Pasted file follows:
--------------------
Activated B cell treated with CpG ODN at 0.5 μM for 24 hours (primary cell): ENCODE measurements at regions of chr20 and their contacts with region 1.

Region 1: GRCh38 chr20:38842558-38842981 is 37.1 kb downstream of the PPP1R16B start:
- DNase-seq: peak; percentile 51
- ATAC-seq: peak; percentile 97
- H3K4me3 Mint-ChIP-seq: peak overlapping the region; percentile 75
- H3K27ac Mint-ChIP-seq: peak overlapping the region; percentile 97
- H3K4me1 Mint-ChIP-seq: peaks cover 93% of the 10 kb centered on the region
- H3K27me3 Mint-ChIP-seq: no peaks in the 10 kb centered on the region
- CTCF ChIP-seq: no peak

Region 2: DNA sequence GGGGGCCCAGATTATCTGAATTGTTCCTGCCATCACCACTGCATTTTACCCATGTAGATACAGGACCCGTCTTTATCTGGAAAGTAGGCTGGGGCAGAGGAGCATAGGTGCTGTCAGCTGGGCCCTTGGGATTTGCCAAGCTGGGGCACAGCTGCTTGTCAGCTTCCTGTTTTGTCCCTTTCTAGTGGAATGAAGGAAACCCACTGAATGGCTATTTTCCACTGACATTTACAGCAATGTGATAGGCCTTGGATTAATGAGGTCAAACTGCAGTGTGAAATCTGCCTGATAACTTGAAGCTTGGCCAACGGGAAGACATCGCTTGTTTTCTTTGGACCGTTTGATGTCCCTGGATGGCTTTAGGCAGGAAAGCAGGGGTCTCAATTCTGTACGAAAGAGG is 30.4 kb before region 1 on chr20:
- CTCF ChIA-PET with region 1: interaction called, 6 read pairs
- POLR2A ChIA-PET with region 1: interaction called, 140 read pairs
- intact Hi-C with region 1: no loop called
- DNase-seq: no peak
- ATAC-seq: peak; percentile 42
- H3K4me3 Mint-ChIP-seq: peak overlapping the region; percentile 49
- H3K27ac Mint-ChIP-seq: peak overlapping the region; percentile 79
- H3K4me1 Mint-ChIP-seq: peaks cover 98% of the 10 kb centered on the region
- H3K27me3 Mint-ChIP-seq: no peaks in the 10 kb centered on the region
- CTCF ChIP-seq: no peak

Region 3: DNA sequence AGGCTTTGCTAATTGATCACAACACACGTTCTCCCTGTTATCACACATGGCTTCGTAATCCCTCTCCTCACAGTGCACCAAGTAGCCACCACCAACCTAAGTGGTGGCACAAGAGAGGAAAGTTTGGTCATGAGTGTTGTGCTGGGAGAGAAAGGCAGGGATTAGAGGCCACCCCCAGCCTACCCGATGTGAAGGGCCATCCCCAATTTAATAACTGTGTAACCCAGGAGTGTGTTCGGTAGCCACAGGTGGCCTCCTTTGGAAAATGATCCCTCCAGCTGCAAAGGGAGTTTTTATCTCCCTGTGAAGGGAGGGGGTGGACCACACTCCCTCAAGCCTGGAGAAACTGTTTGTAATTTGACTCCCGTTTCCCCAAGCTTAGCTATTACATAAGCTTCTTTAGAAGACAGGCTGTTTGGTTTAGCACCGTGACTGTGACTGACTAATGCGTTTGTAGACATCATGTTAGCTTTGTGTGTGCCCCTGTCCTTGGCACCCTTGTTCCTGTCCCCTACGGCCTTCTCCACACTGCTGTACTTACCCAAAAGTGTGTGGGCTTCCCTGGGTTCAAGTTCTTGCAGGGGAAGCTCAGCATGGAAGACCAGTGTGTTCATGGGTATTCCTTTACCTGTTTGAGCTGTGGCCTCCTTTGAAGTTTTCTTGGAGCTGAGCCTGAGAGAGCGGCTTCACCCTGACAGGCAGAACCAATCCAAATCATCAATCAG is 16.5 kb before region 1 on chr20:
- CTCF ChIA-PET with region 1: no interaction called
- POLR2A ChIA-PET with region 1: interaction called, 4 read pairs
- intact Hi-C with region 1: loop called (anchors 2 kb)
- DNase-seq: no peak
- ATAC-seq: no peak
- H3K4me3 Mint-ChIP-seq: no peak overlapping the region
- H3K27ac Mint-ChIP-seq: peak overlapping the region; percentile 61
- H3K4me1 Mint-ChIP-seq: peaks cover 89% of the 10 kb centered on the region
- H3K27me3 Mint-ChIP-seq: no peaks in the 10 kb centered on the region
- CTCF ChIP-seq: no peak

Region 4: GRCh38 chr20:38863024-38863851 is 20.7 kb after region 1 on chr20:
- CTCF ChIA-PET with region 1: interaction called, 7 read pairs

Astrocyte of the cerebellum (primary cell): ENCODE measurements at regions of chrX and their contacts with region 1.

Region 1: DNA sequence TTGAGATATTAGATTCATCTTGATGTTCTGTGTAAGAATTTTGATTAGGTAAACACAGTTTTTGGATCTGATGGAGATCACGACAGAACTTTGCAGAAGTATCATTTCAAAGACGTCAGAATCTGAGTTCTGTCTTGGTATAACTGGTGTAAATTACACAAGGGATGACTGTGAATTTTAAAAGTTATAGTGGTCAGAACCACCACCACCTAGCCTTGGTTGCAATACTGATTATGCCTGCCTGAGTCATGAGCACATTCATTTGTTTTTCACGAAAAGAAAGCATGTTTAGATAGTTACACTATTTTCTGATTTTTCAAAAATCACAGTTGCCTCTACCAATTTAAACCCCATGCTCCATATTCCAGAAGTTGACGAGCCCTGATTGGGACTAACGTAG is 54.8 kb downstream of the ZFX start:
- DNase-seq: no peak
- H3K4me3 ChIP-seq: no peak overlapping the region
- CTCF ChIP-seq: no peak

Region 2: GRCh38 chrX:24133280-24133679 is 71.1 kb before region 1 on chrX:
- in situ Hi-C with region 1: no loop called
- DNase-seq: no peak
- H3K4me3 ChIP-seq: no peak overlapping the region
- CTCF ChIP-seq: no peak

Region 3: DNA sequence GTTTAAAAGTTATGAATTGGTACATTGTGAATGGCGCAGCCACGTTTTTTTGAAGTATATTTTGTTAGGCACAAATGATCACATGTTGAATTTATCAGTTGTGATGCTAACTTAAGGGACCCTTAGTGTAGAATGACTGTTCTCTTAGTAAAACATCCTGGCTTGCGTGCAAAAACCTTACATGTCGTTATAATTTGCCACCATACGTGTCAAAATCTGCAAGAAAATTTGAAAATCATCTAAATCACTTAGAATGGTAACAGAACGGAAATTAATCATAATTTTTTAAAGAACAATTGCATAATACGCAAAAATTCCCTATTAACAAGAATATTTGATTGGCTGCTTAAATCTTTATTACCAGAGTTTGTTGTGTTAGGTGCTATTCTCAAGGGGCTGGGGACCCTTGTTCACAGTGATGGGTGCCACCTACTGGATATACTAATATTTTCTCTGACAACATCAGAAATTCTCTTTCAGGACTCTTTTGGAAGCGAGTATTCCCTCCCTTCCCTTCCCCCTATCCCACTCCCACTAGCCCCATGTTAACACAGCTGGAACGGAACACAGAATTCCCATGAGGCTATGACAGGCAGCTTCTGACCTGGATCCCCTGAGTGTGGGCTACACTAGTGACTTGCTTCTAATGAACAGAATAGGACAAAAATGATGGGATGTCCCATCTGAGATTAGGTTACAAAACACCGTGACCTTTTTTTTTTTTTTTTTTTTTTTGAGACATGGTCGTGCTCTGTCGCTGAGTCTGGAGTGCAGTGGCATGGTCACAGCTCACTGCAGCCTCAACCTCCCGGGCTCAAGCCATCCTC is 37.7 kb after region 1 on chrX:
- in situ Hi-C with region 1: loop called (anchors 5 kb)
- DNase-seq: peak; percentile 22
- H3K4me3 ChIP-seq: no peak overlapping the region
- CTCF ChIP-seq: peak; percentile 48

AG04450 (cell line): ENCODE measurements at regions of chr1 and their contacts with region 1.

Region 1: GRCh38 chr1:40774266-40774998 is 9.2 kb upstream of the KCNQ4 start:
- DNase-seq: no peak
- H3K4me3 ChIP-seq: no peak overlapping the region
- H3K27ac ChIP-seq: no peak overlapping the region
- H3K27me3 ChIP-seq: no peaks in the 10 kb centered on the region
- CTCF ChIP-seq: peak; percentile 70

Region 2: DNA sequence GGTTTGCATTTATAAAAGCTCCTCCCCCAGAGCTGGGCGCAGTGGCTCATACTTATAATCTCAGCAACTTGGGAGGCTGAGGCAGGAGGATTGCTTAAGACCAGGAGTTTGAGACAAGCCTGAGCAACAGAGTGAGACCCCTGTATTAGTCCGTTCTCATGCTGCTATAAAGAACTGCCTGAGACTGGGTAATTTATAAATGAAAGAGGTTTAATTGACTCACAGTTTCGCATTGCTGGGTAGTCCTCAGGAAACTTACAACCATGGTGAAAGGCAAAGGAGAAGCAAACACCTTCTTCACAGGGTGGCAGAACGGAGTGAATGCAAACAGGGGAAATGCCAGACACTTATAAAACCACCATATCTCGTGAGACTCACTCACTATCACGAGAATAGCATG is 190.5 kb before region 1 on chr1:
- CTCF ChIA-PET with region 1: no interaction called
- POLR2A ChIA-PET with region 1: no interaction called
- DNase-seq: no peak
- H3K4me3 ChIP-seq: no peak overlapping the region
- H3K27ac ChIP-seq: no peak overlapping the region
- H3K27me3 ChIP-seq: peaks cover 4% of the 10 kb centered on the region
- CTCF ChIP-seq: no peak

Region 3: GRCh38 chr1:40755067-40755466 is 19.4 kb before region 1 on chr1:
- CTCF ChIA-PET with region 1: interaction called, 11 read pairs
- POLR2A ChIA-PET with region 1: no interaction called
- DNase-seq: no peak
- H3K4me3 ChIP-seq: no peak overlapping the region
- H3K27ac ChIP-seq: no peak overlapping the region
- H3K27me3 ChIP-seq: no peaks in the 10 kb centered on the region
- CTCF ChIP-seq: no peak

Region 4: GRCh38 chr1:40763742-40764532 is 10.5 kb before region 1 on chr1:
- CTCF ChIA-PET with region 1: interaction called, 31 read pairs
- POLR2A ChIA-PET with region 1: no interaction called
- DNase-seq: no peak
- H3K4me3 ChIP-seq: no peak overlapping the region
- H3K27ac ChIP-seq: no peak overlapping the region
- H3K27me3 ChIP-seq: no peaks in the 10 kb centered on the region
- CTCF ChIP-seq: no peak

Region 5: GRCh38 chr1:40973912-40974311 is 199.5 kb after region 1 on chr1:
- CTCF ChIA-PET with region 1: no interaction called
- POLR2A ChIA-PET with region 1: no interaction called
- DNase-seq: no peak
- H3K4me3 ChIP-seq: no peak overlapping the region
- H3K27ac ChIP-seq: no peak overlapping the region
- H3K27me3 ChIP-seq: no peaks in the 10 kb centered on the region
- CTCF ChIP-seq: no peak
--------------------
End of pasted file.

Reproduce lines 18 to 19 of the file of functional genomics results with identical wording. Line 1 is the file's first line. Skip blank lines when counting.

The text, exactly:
- H3K4me1 Mint-ChIP-seq: peaks cover 98% of the 10 kb centered on the region
- H3K27me3 Mint-ChIP-seq: no peaks in the 10 kb centered on the region